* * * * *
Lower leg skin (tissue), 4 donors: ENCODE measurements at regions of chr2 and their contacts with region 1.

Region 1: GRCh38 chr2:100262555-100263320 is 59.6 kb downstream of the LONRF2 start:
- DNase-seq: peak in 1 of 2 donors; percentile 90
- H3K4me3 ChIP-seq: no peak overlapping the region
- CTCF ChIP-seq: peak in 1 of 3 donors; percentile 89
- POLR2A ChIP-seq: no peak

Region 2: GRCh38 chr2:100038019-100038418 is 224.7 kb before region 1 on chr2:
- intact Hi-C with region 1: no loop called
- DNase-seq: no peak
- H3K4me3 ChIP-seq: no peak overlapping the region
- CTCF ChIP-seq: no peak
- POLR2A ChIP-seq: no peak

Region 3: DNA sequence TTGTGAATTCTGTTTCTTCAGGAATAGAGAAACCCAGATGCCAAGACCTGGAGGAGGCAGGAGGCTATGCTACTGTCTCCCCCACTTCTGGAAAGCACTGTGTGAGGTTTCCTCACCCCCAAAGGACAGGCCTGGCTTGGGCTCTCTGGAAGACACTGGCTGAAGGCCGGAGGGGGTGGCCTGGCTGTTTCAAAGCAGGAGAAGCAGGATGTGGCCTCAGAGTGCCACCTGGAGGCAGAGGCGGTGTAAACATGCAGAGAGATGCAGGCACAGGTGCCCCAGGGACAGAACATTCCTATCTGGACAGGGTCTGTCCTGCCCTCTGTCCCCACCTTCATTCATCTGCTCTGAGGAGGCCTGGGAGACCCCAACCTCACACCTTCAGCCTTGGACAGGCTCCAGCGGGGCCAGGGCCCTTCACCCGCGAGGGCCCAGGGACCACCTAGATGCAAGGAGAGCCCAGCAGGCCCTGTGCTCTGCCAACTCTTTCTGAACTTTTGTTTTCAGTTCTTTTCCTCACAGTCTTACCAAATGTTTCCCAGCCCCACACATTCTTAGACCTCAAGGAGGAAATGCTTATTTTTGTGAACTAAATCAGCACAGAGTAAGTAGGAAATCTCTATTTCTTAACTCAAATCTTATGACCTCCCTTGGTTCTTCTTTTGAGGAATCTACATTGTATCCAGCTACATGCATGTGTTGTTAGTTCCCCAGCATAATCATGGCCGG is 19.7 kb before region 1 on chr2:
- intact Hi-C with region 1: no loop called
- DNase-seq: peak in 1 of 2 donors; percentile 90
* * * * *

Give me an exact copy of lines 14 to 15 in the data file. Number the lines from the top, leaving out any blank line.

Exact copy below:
- intact Hi-C with region 1: no loop called
- DNase-seq: peak in 1 of 2 donors; percentile 90